EDITORIALANA. VOL. XX. No. 4. OCTOBER, 1911. GENERAL BRINKERHOFF. Elsewhere in this Quarterly we give notice of the death of General Brinkerhoff with an extended account of his busy and useful life and many of its prominent achievement's. But no written record of the life of such a man can adequately present what he really was to the world in which he lived. The in estimable outflow of a beautiful and true character, ever loyal to the highest ideals of life, cannot be recorded, cannot be duly valued, cannot in the fullest extent be appreciated. Back of all he did, broad and lasting as it may have been, is the man. Therein lay his power, his sway, over fellowmen. Sweet and gentle in disposition, ever courteous and urbane in manner, tenacious of his own convictions, when once formed, but tolerant of the views and beliefs of others, his life was a benign atmosphere, soothing and strengthening to all with whom he came in contact. He loved men, he loved children, he loved nature in all her varied forms, and buoyed by a hopeful and optimistic temperament, he rose above the petty annoyances of everyday experience and above the greater trials and disappointments in effort and ambition. He was ever a thoughtful and sincere student. All realms of knowledge attracted his receptive and capacious mind. He studied men and knew human nature. He read books and absorbed their contents. The problem of life was ever fresh and deeply interesting to him. The greater Query of the future was his constant meditation. He was unhampered by the dogmas of narrow sectarians, but he was steadfast in the belief of a divine and supreme intelligence and the adjustment in a better and unseen world of all that seemed wrong or awry in this. He had a deep sense of responsibility. Every duty that came to him was earnestly and painstakingly discharged. He sympathized with the distressed and the unfortunate. . It was ever his chosen task to help others by word or deed. Selfishness found no lodging in his makeup. Such men live the highest life in this world of flesh and blood and accomplish things for themselves and others, and the memory of such men is a lasting impetus to those who survive them. Through a period of nearly twenty years the present writer knew, admired and respected Roeliff Brinkerhoff. Many a delightful hour have we spent in his presence, an auditor to his rare and interesting reminiscences, a recipient of his helpful cheer and a beneficiary of the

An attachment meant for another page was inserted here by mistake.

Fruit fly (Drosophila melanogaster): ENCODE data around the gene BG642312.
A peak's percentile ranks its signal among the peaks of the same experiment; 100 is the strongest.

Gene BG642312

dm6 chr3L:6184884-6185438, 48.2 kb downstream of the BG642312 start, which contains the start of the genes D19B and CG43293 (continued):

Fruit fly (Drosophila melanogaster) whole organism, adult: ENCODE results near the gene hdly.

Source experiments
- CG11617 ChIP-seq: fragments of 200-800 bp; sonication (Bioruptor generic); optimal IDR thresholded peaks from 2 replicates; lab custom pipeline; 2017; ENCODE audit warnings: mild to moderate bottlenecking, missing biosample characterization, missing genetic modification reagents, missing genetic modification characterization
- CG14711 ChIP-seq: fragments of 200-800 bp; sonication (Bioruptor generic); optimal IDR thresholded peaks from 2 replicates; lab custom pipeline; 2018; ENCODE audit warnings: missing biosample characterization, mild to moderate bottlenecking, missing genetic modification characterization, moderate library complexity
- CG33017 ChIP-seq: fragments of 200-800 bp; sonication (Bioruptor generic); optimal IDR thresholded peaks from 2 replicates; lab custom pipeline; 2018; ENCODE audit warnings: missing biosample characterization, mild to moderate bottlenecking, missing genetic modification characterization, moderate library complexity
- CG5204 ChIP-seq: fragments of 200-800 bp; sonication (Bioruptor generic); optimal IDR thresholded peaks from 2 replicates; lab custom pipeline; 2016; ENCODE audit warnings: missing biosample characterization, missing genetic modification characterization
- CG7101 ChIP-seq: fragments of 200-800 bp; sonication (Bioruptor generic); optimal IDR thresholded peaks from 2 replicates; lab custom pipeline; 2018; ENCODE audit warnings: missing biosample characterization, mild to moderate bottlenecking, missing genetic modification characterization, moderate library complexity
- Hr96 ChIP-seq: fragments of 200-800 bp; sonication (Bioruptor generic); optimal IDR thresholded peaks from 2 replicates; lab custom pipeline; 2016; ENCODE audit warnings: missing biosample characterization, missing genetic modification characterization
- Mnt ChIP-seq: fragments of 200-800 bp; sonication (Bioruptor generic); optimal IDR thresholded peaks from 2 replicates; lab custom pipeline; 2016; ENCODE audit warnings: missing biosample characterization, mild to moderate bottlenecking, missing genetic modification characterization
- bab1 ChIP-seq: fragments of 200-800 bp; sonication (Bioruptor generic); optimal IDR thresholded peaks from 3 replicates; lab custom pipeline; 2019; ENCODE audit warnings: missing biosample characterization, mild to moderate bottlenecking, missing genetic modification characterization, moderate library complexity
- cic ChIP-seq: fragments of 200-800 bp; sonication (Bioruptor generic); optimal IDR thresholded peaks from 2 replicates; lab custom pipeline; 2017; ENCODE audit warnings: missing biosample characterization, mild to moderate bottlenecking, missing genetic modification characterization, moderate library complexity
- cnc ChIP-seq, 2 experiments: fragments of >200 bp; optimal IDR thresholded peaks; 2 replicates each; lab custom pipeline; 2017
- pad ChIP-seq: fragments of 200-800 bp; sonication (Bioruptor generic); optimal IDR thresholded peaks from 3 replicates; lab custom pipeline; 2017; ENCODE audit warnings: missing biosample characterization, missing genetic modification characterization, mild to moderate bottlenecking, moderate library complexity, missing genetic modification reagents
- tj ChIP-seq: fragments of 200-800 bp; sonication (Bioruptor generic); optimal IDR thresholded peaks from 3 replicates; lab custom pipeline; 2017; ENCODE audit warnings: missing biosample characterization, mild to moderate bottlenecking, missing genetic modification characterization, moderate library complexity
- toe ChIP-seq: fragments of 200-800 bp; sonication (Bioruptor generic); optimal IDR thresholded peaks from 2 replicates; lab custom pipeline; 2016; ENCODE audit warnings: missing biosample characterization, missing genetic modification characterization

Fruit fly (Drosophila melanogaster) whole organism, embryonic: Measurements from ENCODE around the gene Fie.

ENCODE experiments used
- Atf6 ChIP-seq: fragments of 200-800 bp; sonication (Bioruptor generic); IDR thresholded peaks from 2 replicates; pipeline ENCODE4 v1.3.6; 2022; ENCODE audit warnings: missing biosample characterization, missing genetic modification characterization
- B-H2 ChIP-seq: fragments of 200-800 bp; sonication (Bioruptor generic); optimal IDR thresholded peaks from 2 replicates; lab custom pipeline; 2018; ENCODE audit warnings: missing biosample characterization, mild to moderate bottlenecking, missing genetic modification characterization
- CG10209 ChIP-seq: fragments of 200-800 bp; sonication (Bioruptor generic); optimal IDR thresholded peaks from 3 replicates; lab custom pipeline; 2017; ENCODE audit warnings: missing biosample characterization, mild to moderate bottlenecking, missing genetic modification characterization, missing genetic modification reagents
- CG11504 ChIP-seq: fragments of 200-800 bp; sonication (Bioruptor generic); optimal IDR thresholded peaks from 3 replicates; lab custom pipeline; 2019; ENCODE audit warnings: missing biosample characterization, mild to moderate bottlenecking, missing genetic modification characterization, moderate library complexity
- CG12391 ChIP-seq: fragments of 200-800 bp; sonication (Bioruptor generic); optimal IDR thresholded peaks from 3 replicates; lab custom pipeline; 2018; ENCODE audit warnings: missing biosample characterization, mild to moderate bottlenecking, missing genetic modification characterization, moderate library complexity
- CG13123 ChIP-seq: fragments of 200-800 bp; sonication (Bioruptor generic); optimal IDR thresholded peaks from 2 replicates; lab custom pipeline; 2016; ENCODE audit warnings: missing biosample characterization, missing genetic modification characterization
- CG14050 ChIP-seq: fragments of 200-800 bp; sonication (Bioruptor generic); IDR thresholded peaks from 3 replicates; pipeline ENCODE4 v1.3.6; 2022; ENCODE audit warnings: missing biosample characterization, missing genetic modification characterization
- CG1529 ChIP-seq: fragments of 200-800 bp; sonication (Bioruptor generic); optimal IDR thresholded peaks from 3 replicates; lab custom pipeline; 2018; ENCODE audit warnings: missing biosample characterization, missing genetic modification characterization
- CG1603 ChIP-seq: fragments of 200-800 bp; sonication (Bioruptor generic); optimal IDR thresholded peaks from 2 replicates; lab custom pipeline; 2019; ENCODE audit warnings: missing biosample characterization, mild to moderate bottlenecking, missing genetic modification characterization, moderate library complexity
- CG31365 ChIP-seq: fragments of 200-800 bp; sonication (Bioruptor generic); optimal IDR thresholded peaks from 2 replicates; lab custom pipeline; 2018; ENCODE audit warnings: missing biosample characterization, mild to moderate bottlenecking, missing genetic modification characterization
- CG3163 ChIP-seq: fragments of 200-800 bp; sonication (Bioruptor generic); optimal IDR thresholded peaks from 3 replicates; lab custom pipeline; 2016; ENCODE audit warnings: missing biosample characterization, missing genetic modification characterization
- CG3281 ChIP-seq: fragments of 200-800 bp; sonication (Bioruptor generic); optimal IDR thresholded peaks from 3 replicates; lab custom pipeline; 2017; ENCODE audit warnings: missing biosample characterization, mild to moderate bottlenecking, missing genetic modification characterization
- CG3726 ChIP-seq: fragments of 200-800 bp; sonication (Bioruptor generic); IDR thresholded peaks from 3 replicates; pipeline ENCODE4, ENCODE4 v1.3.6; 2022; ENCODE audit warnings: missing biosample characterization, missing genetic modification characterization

An awakened shoemaker lives there, named Philip, who ought to be visited. Besides him, there is also a man, named Casper, an unmarried man and a weaver. He lives with one named Jaeger.* This man is also concerned about his salvation. The Rev. Mr. Klug sends his greetings to Bro. Joseph [Spangenberg], because he learned to know and love him on his arrival in Philadelphia, about ten years ago. VII. THE GREAT FORK OF THE RIPPEHANNING [RAPPAHANNOCK.†] It is situated about twenty-six miles from the Upper Germans towards the "Potomik." Three German families live there. * This was probably Nicholas Yager, a native of Wickersbach in Hesse (?) Germany, who was naturalized by Governor Spotswood July 13, 1722. He was then a resident of Spotsylvania county, Virginia. His son Adam was naturalized in 1730 by Governor Gooch. It is stated that he was born in Fulkenston, near Dusseldorf, in the duchy of Neuberg. See the Garr Genealogy, by John C. Garr, Cincinnati, Ohio, 1894. The descendants of Nicholas Yager are still to be found in Madison and adjoining counties of Virginia. † This was Germanna, founded in 1714, by Governor Spotswood. The first colonists consisted of twelve German Reformed families, who arrived in Virginia in the month of April, 1714. They came upon the solicitation of Baron de Graffenried to establish and operate for Governor Spotswood the iron works which they built about ten miles northwest of Fredericksburg. Their names were John Kemper, Jacob Holtzclaw, John and Herman Fishback, John Henry Hoffman, Herman Otterbach, Tillman Weaver, John Joseph Merdten, Peter Hitt, Joseph Counts, ——— Wayman, ——— Handbach. The names of these colonists are preserved in a letter written in 1814 by the Rev. James Kemper (1753-1834), of Cincinnati, Ohio, a Presbyterian clergyman of note in his day. His statements are fully corroborated by the deed and will books of Prince William, Fauquier and Culpeper counties, Virginia. The colonists came from Muesen and Siegen, situated in the principality of Nassau-Siegen, which is now a part of the Prussian province of Westphalia. Muesen has been an important iron centre since the year 1300. John Kemper, one of the original colonists at Germanna, and ancestor of the family of that name in Virginia, with many descendants in the West, was born at Muesen, July 8, 1692. He died in Virginia between the years 1754-'59. He was married in 1715 or 1716 to Ellsbeth (Alce) Otterbach, born in Siegen, Germany, May, 1689,